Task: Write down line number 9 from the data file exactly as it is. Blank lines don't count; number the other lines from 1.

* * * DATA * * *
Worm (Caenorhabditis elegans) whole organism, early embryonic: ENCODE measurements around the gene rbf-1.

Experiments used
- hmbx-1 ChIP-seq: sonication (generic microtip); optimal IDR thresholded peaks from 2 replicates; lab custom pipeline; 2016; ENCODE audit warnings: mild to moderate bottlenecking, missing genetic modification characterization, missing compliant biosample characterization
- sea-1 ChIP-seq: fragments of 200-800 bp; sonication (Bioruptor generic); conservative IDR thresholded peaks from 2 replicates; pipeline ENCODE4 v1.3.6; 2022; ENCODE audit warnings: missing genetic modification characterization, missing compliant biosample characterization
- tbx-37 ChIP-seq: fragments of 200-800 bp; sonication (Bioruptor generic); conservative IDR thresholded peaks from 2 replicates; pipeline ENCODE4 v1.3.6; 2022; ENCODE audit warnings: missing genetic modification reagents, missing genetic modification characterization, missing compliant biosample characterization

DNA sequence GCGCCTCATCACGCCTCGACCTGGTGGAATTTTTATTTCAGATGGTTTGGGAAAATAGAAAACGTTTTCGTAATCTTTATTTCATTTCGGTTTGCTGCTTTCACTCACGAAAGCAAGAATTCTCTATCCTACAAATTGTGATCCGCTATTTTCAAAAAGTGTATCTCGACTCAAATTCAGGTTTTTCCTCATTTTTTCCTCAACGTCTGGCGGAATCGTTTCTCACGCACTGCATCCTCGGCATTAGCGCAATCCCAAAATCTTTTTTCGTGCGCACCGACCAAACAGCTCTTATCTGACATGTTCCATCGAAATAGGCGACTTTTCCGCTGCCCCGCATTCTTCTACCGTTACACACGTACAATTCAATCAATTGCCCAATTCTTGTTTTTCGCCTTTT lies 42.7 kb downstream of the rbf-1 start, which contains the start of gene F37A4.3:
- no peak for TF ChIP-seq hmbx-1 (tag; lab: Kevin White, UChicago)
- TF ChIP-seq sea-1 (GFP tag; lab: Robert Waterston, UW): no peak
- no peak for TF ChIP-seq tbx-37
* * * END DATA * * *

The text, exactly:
- no peak for TF ChIP-seq tbx-37